TYSON: Yeah, you know, stuff just got real, right, in the last several months? So, it's one thing to say whatever you want as a politician running for office, but if you then attain office and then enact it, then…Because politicians will say anything to get elected by and large, so you can pander but then reality has to set in when you want to pass an actual law, and it's important that laws, to the extent that science matters to them, that they're based on actual science.

I don't know when you'll air this, but we are in the time of the science march on Washington scheduled to coincide with Earth Day, and many scientists are coming out for this, just to show importance of the role and value of science in enlightened governance.

By the way, Abraham Lincoln, in 1863, when he clearly had more important things on his plate, in that year signed into law the National Academy of Sciences which then and now is charged with…It's an independent party of research scientists who are charged with advising the government on all ways science matters to policy. Abraham Lincoln was a Republican, by the way, in case people forgot. So, you go through the years of presidents and you find these major moments where agencies were established to exploit the role that science can and should play in our health, our wealth, and our security. If you turn around and say, "I don't like the science, and therefore I'm going to ignore it", oh my God, I don't know what country that is. What country is that? But what I do know is the country that comes out of that will be sliding backwards, not walking or running forwards.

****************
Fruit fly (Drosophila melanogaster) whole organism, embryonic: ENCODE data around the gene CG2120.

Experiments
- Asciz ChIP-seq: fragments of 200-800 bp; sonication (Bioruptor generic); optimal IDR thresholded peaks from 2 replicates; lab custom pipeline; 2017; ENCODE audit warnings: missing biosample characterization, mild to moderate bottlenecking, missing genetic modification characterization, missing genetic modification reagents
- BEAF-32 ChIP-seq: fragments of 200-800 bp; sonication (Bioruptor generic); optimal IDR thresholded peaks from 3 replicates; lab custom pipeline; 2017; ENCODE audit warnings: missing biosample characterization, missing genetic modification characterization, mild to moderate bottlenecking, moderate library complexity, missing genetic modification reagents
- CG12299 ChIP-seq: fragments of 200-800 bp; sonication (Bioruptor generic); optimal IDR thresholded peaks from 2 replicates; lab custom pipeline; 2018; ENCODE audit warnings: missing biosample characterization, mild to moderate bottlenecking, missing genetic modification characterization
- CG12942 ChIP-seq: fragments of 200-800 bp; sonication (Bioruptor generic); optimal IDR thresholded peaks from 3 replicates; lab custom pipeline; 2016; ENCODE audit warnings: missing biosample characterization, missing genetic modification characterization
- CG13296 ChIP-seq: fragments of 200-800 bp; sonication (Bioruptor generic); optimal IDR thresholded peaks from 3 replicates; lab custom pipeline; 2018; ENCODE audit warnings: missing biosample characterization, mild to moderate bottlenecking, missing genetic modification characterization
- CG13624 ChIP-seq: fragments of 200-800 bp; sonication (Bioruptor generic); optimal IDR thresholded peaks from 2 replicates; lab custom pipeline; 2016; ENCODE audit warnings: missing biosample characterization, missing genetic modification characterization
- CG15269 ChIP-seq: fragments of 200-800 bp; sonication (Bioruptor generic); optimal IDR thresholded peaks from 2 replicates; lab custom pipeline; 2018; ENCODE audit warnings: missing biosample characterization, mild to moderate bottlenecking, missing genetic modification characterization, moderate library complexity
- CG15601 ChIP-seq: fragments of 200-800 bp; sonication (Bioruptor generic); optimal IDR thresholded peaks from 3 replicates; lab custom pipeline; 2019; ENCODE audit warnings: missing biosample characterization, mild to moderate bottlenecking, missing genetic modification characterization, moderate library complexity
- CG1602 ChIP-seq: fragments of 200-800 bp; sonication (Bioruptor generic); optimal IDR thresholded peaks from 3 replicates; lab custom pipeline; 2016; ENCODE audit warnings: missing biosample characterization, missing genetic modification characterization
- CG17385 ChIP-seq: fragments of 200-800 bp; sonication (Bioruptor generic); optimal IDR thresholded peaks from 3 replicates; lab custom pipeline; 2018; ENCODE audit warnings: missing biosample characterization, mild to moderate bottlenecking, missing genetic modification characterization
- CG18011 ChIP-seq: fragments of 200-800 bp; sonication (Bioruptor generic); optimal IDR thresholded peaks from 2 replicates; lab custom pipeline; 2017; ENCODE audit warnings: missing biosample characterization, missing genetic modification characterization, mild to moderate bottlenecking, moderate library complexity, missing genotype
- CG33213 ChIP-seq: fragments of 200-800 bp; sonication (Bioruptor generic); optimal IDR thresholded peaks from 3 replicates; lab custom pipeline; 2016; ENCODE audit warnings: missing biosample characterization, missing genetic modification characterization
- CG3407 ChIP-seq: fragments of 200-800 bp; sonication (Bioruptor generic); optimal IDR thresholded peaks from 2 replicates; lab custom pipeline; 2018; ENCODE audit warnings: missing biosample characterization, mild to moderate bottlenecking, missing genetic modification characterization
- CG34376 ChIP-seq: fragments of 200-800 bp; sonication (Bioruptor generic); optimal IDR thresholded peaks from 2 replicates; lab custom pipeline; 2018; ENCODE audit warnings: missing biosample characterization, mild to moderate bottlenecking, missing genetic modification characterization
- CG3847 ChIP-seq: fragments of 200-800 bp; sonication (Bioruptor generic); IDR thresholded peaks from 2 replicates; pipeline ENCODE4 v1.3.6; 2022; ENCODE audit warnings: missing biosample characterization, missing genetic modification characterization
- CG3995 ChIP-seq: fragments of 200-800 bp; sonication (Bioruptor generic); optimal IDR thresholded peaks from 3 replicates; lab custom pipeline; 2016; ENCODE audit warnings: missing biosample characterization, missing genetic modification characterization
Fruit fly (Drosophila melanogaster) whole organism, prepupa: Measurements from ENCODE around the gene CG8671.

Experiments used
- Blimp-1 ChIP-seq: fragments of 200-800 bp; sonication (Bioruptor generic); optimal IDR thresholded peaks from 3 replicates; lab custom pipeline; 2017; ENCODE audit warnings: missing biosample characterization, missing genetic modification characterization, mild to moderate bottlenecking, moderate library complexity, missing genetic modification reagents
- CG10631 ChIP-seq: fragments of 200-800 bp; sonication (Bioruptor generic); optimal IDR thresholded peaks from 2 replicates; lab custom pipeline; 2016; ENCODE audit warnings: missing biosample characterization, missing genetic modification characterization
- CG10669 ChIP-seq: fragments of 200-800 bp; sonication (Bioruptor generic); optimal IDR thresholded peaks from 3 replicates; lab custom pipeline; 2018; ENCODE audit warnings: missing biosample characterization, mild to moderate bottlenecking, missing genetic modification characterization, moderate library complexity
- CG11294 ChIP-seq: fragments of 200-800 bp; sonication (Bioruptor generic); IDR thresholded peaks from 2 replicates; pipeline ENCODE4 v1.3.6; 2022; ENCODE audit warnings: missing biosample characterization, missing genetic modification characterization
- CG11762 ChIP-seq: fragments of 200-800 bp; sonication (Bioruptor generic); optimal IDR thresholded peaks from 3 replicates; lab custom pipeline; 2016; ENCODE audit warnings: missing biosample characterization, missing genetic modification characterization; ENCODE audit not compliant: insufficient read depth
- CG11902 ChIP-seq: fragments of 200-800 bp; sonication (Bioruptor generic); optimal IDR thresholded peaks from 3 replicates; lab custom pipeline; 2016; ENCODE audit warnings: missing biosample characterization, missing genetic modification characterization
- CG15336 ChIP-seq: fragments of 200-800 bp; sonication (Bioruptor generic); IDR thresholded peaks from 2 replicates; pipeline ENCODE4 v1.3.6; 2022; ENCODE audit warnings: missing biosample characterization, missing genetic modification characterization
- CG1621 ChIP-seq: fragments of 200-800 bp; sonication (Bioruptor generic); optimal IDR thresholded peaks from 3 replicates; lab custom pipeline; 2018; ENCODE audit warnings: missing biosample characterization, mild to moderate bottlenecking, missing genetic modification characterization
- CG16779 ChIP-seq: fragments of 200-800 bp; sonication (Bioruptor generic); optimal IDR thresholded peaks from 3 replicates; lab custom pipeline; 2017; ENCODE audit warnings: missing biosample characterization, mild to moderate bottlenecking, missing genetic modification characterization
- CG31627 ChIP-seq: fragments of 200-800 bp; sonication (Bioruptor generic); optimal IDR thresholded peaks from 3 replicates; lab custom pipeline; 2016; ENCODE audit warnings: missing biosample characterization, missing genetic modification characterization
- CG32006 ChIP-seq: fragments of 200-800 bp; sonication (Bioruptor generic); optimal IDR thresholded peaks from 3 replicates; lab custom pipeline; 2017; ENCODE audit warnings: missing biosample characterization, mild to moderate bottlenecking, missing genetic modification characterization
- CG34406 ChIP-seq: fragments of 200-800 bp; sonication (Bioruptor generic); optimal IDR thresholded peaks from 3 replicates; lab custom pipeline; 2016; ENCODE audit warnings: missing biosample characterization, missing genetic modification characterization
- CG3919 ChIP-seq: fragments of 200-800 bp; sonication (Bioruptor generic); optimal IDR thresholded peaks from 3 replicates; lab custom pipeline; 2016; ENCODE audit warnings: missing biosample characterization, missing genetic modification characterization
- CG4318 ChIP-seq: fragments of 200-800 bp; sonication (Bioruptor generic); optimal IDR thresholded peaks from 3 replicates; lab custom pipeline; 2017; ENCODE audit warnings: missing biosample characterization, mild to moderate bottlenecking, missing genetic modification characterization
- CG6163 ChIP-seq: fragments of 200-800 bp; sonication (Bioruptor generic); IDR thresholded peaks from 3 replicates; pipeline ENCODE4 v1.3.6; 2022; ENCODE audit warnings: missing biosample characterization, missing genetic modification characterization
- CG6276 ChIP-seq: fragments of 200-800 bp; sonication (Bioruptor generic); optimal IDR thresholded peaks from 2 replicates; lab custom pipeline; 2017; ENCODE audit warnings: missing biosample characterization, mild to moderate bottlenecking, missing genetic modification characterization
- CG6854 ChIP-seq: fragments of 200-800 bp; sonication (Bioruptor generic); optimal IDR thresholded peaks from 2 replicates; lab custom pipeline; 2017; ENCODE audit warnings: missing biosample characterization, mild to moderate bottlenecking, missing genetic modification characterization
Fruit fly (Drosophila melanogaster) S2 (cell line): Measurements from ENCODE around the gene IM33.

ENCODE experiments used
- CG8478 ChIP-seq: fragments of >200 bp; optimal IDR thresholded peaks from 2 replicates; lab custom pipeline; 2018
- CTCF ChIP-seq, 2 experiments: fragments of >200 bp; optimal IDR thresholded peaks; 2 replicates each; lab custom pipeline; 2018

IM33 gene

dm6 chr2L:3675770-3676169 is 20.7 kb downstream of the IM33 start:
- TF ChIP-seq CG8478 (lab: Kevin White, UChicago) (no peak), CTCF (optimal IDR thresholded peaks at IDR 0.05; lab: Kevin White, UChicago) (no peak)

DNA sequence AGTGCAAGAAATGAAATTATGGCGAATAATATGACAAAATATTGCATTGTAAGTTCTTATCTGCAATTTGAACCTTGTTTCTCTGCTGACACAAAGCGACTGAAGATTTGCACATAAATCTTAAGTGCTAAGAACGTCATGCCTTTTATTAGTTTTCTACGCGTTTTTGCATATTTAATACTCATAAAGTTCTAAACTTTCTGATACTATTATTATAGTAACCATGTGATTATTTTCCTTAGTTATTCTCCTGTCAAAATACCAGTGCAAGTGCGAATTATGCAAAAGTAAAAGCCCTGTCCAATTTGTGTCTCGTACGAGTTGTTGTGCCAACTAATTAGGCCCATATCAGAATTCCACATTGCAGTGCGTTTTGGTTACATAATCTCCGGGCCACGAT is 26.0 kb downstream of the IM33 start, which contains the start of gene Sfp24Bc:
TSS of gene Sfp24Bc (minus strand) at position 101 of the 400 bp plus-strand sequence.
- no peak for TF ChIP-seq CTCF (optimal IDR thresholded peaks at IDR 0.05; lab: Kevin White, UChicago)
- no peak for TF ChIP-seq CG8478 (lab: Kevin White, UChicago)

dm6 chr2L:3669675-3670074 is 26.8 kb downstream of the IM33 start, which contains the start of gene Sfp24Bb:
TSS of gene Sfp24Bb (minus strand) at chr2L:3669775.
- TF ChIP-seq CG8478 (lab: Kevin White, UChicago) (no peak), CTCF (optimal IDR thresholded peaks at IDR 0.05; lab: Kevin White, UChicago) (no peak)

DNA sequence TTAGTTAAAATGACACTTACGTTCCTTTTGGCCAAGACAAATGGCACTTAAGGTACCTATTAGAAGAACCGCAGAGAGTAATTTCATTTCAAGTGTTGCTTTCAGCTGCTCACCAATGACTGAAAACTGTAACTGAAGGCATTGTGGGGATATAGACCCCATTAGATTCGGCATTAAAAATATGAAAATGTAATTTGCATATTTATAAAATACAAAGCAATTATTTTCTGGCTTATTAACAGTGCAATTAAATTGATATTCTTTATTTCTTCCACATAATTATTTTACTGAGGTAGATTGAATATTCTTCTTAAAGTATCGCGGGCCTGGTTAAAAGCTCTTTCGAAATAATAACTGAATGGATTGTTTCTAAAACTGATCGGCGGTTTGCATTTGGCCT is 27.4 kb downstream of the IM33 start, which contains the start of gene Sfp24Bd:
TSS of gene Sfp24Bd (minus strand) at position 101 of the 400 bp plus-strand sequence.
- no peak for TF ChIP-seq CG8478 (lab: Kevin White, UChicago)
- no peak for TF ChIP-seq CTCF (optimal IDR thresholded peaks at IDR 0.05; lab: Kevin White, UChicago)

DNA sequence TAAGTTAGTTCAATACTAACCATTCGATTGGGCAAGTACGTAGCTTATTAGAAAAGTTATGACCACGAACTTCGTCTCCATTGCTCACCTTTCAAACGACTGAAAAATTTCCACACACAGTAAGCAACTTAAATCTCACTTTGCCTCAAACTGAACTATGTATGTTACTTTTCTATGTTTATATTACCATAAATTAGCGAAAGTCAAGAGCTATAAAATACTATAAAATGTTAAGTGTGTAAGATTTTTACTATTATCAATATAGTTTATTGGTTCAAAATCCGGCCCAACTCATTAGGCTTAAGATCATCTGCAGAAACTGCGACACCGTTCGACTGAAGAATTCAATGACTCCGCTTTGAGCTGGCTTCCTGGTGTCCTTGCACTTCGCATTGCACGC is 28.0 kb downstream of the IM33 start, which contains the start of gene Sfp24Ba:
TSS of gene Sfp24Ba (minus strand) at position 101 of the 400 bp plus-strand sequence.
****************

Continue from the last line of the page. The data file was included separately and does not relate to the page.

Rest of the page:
CURWOOD: We've pretty much stopped space exploration in a big way. We’re doing stuff at the margins, but your book, "Astrophysics for People in a Hurry," really looks at creation of the universe and the basics of physics. It raises lots of questions that would really demand that we look further away from our planet, and it's been a while since we devoted resources to that, a lot of resources.

An artistic rendering of Kepler-452b, the first near-Earth size exoplanet to be discovered. (Photo: NASA/Ames/JPL-Caltech/T. Pyle)